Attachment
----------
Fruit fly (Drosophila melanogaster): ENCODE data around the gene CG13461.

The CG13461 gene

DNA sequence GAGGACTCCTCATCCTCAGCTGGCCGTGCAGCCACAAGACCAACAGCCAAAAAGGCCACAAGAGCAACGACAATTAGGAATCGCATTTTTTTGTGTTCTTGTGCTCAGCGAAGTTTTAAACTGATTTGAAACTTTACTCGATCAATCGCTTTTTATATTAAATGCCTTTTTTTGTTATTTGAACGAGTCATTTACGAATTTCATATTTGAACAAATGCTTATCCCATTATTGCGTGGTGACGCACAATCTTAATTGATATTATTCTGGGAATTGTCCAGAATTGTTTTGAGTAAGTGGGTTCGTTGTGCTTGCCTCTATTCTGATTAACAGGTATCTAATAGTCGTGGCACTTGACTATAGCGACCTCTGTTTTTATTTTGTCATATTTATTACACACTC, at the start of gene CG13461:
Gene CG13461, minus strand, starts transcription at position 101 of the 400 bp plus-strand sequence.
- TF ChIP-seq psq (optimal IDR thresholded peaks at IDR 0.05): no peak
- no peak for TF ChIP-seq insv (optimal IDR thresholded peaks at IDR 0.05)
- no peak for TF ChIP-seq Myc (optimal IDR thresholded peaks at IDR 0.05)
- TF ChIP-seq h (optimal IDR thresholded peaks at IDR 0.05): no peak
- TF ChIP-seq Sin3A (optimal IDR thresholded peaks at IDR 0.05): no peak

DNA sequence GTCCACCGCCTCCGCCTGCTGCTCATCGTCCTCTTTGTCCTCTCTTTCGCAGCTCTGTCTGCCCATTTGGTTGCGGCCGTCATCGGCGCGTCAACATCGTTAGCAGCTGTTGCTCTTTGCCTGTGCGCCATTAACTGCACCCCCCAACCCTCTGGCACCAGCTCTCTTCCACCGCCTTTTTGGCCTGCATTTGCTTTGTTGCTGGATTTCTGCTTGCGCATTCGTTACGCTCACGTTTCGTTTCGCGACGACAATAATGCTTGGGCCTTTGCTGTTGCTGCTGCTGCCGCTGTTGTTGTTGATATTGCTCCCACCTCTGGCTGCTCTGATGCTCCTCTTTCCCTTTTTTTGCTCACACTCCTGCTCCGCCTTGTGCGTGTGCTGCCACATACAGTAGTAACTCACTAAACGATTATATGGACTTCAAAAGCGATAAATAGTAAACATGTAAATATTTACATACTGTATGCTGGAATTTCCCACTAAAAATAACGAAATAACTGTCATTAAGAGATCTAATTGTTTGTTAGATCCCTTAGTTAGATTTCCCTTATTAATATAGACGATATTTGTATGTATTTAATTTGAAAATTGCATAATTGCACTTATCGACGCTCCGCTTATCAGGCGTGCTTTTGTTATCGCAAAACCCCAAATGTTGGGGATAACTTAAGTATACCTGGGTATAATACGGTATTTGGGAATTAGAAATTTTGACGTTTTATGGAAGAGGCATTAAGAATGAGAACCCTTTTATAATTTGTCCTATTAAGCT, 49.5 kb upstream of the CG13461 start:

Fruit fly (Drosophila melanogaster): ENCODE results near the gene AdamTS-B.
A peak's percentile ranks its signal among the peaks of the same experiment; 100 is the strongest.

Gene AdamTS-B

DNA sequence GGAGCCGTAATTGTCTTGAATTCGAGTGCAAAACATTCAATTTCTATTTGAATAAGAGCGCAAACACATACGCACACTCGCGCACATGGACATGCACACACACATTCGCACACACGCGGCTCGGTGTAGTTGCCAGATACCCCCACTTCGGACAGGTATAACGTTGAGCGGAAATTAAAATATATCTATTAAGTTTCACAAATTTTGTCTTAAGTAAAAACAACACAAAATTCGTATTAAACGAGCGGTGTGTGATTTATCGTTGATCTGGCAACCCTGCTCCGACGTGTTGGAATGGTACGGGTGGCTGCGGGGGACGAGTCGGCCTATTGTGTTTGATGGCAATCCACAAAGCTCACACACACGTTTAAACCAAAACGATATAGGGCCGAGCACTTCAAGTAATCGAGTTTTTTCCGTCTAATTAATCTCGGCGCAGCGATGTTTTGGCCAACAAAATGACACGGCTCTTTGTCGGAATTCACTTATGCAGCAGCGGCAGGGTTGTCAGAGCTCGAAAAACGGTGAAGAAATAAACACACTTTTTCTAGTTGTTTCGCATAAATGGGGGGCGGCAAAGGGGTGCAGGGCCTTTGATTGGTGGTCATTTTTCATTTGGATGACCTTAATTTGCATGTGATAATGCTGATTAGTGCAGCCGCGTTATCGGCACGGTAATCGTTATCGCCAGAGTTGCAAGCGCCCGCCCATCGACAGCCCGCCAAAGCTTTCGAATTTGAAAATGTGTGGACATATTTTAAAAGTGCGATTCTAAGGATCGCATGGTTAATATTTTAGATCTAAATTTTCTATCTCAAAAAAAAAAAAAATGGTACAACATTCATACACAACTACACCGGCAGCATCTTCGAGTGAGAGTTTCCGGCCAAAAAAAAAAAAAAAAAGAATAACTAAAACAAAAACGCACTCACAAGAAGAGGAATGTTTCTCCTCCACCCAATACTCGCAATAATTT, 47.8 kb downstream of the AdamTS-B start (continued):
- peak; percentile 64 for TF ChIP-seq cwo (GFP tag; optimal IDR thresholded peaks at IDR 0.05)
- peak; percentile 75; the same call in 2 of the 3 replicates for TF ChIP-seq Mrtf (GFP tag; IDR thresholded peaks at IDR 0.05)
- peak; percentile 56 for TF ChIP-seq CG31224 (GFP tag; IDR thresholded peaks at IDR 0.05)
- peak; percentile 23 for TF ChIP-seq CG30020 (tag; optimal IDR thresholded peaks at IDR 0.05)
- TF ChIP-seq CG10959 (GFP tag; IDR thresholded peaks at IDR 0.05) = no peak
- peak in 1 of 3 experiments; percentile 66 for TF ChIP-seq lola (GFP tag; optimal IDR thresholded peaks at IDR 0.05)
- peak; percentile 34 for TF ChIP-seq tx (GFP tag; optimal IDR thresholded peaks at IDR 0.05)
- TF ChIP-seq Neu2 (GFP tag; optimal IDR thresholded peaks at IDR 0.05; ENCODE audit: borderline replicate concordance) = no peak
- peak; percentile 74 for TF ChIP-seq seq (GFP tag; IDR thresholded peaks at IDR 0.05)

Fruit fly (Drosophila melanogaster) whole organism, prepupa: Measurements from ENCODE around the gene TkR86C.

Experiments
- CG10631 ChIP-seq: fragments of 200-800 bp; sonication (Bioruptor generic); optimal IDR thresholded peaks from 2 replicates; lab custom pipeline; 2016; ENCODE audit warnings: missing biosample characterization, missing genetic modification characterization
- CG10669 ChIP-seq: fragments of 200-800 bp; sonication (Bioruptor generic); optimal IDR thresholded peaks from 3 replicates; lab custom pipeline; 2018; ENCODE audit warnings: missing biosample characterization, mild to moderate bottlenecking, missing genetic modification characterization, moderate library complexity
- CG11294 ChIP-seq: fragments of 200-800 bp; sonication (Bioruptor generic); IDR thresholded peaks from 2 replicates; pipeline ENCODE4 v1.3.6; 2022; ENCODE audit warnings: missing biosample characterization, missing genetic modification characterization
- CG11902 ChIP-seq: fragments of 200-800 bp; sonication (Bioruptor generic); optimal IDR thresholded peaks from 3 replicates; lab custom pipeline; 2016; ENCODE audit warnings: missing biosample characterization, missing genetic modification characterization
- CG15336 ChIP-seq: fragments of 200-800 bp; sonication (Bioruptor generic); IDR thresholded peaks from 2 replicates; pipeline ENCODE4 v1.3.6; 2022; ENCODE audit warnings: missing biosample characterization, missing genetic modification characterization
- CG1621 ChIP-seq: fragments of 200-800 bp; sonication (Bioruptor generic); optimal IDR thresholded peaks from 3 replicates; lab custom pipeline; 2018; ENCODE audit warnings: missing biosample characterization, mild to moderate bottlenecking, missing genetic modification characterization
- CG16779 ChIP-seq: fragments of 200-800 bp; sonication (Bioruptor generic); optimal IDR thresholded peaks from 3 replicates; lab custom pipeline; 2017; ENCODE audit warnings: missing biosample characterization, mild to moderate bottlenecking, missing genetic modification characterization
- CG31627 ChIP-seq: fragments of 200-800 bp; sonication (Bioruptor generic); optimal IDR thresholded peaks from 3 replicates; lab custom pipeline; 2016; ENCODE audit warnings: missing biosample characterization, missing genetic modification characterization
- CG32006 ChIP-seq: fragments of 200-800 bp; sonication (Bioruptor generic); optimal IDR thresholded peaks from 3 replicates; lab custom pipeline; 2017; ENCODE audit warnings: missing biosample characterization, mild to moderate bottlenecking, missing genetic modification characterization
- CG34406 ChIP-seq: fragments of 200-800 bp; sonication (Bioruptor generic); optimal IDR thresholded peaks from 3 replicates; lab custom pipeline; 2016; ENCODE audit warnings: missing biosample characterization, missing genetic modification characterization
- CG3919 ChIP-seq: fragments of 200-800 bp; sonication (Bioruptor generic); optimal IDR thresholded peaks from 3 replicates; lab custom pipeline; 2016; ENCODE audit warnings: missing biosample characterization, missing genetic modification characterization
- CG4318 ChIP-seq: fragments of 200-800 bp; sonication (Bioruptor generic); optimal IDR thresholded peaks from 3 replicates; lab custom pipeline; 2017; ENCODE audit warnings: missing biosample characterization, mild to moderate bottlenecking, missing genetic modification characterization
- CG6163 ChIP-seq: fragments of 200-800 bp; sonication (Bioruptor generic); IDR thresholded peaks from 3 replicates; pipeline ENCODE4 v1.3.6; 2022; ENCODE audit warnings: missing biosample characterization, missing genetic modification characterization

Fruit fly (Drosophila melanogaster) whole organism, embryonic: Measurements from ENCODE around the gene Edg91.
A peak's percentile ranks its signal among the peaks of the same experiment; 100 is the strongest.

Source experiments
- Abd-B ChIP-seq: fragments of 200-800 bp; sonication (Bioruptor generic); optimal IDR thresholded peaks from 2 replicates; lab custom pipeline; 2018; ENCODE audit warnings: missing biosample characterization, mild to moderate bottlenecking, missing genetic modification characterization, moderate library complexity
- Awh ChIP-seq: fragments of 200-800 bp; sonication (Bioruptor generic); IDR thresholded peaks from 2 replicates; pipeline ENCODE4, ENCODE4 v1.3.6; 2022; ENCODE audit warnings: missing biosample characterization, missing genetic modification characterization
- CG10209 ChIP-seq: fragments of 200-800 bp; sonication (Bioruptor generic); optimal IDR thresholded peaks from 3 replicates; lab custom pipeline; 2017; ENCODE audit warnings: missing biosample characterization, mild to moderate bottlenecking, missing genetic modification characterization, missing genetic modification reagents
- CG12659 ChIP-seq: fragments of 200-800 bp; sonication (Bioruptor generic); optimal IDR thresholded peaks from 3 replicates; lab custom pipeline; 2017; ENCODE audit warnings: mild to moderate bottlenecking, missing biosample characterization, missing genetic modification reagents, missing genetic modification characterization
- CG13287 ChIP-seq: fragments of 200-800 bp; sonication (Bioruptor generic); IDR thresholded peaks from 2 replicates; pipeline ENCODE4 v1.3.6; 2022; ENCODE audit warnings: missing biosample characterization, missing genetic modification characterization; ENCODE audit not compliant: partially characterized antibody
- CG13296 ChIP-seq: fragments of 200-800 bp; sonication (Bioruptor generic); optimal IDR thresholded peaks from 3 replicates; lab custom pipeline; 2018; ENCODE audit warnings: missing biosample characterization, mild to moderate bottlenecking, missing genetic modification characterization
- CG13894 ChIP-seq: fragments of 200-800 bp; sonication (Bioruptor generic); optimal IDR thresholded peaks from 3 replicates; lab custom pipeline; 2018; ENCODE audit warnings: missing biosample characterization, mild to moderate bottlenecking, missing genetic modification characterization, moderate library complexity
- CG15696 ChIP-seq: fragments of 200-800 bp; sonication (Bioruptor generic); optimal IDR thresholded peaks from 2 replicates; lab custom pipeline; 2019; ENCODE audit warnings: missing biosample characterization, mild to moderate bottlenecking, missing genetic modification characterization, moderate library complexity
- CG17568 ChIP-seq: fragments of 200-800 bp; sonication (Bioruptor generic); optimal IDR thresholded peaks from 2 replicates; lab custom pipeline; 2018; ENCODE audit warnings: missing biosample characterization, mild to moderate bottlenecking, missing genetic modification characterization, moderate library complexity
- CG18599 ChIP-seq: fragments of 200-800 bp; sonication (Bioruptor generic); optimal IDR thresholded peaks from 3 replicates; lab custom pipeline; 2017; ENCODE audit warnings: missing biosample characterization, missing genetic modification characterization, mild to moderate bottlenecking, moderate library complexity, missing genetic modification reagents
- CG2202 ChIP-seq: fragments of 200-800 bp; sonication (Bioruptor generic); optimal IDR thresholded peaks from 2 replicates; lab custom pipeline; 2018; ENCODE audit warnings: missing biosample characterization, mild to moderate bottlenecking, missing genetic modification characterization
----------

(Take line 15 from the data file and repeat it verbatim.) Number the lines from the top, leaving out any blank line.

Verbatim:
- peak; percentile 64 for TF ChIP-seq cwo (GFP tag; optimal IDR thresholded peaks at IDR 0.05)